Sunday, October 2, 2011

Biometrics: protection or violation? Part B


We'll now continue our previous post on biometrics. In this post we'll display the main disadvantages and concerns of biometrics. As stated in the previous post, the below isn't an opinion of Comsec.

First of all, a main concern is related to privacy issues. Many people believe that maintaining a biometric database in which different personal biometric attributes will be stored is a straightforward violation of their privacy. In this, they state that centralized control over these individual "assets" is a landslide waiting to happen. First, such a database gives control to autonomic organizations (at times) that may use these details for purposes other than security, and second, a security breach / leak may also expose these individuals to different violating actions. Privacy supporters are worried that databases that contain vast amounts of personal information will probably be used for purposes other than screening for airport security and to enforce immigration laws and regulations. Such purposes can be: pinpointing global positioning of individuals and different surveillance operations, minimizing a person's freedom.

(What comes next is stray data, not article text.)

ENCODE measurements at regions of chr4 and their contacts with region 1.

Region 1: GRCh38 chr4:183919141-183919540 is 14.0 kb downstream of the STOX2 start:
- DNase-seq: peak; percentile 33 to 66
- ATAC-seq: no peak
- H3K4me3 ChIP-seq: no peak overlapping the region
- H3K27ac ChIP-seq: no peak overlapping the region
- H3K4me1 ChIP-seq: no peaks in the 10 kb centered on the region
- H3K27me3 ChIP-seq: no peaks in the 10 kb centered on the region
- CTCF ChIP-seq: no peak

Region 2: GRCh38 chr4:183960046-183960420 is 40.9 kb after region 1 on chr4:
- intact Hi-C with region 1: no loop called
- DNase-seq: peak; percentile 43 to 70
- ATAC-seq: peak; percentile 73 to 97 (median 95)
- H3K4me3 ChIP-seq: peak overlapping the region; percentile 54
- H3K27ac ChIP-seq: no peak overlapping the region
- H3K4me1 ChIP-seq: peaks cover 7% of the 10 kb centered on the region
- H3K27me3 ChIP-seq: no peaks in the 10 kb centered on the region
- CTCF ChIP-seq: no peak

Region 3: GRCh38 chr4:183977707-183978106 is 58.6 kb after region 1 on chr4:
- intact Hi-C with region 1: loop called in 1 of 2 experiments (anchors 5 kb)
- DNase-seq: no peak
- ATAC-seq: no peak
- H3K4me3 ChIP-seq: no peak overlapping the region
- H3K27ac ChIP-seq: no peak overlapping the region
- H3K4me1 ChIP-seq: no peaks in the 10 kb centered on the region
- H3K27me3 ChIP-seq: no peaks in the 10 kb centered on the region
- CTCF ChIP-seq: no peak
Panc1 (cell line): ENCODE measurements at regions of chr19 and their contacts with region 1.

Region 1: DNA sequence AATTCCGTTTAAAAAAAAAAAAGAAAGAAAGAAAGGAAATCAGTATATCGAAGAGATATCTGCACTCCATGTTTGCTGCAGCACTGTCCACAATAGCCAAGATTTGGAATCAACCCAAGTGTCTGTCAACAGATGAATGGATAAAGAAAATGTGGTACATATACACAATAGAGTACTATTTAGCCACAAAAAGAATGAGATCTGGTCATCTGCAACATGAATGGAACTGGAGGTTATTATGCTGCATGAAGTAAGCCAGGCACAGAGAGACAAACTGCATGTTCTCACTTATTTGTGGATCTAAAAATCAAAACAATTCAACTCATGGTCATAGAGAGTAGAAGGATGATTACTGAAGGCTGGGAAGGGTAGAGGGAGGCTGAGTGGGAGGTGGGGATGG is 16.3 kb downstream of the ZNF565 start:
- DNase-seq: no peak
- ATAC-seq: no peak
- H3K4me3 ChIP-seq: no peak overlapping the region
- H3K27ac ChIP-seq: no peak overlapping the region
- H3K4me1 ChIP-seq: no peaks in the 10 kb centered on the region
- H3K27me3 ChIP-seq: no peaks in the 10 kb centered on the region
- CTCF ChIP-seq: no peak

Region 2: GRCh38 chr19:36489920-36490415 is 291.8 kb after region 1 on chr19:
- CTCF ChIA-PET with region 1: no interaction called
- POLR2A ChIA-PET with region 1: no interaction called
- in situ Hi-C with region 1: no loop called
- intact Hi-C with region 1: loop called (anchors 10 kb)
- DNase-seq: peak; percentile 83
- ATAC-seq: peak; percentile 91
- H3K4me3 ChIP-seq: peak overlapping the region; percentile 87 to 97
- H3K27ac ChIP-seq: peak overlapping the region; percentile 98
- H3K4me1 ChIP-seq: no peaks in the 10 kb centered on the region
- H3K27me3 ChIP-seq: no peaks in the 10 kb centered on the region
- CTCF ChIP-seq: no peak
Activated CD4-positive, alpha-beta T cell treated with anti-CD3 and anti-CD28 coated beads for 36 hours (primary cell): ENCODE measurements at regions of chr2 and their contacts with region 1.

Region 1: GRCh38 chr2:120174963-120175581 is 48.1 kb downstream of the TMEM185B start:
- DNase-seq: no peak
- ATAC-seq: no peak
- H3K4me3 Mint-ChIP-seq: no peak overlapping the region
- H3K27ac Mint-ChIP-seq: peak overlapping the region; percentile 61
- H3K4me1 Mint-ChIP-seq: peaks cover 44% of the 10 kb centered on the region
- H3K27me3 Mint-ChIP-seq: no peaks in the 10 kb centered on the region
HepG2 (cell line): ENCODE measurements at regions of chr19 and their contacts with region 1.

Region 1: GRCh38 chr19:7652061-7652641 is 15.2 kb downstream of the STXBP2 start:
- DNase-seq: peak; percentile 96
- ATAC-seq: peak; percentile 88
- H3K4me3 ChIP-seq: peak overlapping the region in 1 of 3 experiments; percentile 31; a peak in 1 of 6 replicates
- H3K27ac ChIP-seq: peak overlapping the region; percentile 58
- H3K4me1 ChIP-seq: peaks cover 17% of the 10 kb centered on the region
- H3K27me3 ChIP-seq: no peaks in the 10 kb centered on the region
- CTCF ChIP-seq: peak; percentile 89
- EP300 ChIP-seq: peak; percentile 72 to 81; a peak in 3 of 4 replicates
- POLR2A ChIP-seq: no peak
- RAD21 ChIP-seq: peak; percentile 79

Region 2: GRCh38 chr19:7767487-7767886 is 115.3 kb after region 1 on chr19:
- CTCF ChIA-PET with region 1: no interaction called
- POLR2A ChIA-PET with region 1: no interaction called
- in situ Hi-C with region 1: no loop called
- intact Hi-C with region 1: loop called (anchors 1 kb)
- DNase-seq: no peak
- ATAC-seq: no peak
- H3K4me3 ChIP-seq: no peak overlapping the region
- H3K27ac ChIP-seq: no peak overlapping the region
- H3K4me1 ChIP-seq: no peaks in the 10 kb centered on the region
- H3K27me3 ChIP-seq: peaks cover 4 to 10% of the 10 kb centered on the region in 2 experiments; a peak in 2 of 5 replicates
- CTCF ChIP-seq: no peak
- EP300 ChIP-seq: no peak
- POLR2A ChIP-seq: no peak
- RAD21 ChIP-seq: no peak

Second, many find biometric interaction to also be violating. For example, having a retina scan for the purpose of identification makes some feel uncomfortable. These privacy advocates often claim that biometric systems are intrusive and that they do not enhance security much. To put it simply, security wise, the cons of biometrics overpower the pros.
We'll continue with a few more disadvantages:
1.       Biometrics devices and mechanisms are non-cancellable. Meaning, body parts that are damaged, cannot be as easily replaced like a password. This is why you have to enroll several attributes when activating biometric identification - different fingers, for example.
2.       System performance can also add to the advantages or disadvantages of a given biometric system. A system with a low "false accept rate" is beneficial and desired, the same goes for a system with a "false reject rate". However this performance isn't easily achieved, especially in different environments, such as field conditions, etc.
To sum things up, advocates of the topics above will probably feel empathy with Prof' Adi Shamir's quote:
"The government will give you full privacy, until they want information on you."